1 Div. 155.

167 So.2d 146 (1964)

STATE of Alabama v. AUTOMATIC SALES et al.

Supreme Court of Alabama.

Rehearing Denied September 3, 1964.

Attorney(s) appearing for the Case

Richmond M. Flowers, Atty. Gen., Willard W. Livingston and B. Frank Loeb, Asst. Attys. Gen., for appellant.

Maurice A. Downing, Mobile, for appellees.


The State Department of Revenue entered an assessment in the manner provided by law for sales tax, which the appellant contends was due the State by appellees on the retail sales of cigarettes through vending machines set up in Mobile and Baldwin Counties. Appellees appealed from this assessment to the circuit court, sitting in equity, Mobile County, and from an adverse decision of that court the State here appeals.

Appellees, in their complaint, allege that the Department of Revenue, covering a period from March, 1957 through February 29, 1960 (which we will hereafter refer to as the audit period), used as a basis of their assessment gross sales in the sum of $299,738.52; that the state charged appellees with 3% sales tax on the amount, the computation of which amounts to $8,992.16. The complaint further charges that the Department of Revenue credited on this amount the sum of $8,740.24, paid by appellees, leaving a deficiency of $251.90, to which is added penalty and interest, totaling $348.60, for which amount an assessment was entered. The State admits these allegations.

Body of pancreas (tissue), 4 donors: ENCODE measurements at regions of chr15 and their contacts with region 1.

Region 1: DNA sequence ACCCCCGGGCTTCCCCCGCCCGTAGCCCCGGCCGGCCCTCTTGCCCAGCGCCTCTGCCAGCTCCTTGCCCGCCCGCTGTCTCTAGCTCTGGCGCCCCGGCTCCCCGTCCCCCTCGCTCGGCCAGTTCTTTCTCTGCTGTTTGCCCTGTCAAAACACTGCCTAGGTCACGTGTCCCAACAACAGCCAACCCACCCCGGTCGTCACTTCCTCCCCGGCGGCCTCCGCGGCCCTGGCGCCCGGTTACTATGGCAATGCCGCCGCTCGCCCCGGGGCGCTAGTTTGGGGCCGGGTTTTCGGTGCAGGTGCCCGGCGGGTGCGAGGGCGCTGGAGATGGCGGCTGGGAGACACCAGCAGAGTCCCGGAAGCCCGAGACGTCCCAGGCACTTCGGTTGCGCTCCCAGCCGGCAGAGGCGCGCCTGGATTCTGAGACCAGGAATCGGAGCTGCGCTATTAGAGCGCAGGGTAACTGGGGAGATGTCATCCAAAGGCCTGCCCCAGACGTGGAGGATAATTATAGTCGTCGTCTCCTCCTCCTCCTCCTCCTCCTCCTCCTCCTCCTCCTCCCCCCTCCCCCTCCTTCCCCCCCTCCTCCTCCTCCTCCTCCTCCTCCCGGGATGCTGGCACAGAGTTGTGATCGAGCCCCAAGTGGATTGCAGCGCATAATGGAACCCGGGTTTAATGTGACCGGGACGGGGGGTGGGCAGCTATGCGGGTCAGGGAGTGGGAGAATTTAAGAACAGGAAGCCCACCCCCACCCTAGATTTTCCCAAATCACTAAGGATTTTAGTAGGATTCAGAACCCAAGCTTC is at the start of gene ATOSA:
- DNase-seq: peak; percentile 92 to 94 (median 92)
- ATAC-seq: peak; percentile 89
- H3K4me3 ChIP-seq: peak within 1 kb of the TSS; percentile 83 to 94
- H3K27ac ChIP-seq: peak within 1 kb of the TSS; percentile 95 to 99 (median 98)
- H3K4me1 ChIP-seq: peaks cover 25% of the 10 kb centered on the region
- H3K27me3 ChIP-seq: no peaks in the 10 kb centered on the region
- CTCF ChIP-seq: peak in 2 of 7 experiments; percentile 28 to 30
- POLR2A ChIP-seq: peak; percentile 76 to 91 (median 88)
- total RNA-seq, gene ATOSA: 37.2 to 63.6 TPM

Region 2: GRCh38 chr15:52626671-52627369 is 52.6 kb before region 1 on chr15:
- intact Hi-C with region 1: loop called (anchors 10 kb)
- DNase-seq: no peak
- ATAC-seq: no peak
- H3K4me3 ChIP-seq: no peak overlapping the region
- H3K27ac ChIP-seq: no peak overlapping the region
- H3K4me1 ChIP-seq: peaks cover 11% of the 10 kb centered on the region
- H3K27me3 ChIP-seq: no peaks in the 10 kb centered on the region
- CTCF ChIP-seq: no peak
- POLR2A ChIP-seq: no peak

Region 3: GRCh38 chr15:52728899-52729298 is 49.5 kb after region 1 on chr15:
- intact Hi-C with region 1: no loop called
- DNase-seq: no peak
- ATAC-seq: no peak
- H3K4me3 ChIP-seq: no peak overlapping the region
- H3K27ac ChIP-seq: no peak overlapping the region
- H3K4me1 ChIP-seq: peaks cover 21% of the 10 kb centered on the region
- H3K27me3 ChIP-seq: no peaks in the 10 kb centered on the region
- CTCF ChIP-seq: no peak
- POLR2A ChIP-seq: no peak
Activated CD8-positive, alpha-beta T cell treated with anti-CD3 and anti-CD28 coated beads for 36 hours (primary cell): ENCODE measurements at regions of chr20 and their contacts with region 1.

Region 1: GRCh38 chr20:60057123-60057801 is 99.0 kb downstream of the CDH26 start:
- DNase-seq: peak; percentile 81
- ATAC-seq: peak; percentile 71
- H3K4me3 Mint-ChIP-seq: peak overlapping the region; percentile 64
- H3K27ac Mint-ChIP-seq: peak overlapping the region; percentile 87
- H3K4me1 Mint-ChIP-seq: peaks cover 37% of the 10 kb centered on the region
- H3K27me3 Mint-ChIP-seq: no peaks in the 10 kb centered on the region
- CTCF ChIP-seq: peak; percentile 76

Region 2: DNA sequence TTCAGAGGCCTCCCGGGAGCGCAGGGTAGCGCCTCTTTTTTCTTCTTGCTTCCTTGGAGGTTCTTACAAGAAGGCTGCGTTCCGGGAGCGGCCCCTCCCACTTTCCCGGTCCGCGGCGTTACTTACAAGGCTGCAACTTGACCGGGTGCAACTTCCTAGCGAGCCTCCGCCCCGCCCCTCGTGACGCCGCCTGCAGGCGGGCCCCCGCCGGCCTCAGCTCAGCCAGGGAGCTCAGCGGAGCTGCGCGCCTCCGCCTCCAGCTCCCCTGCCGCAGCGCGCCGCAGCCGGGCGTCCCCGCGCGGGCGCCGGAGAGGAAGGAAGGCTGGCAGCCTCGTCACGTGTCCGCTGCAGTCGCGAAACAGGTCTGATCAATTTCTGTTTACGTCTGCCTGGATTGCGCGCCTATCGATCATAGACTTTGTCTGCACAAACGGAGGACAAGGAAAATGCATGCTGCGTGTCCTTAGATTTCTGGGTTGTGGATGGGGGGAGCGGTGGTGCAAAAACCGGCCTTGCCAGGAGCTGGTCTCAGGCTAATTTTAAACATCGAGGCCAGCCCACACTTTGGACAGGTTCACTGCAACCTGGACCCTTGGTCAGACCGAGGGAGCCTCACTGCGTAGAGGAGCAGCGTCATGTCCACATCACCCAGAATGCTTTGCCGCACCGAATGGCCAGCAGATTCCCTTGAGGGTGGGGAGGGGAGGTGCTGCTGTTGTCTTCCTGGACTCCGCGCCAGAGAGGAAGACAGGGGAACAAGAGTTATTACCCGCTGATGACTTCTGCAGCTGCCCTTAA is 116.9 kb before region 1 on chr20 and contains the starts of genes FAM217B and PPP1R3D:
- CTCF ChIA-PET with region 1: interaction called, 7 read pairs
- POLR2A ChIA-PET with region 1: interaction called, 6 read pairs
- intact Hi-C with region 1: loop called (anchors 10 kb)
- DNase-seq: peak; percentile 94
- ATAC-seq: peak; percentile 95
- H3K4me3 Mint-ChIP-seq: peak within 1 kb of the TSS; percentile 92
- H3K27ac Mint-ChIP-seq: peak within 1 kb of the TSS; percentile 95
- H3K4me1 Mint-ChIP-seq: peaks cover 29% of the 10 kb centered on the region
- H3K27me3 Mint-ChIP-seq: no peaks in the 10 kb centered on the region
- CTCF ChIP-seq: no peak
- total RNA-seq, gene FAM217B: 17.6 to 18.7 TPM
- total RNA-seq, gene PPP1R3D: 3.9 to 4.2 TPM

The State, according to the allegations and proof, included in the gross sales of $299,738.52, all amounts that appellees had paid as stamp taxes during the audit period, which were not designated and specifically taxed against the purchaser or consumer of the cigarettes; also, it included in said amount all sales taxes. In other words, as we view the pleadings and evidence, the State calculated the gross sales on the basis of 35¢ per package of cigarettes, which the consumer paid, without any allowance or deduction for stamp taxes that were not specifically and directly taxed against the consumer; also, without any deduction for sales taxes, even though such taxes were specifically taxed against the consumer. Appellees here contend that all stamp taxes, both state and county, should have been credited; and, also, that the sales taxes should have been deducted; that the sales taxes should have been computed on the sum after these deductions.

Appellant's contention is that no stamp taxes collected, except those specifically taxed against the consumer, were deductible; also that no sales taxes, even though designated as a consumer's tax, were deductible. In denying deduction of the sales taxes, appellant says that the appellees forfeited this right because they did not post on the machines a sticker or breakdown showing, for the information of the consumer, that the sales tax was included as a part of the purchase price of 35¢.

Appellees contend that had the State allowed as a credit the stamp taxes and the sales taxes on the gross sales, there would be an overpayment of taxes and they would be entitled to a refund.

The trial court, after hearing the evidence, ruled that the state stamp taxes and the sales taxes should have been credited, but not the county stamp taxes. The court vacated the assessment and ordered a refund of $1,166.69, which represented an overpayment according to its findings.

A determination of this appeal depends on several legal questions. It is not necessary for this court in reaching a decision to burden this opinion with arithmetical calculations used as a basis for the decreed refund.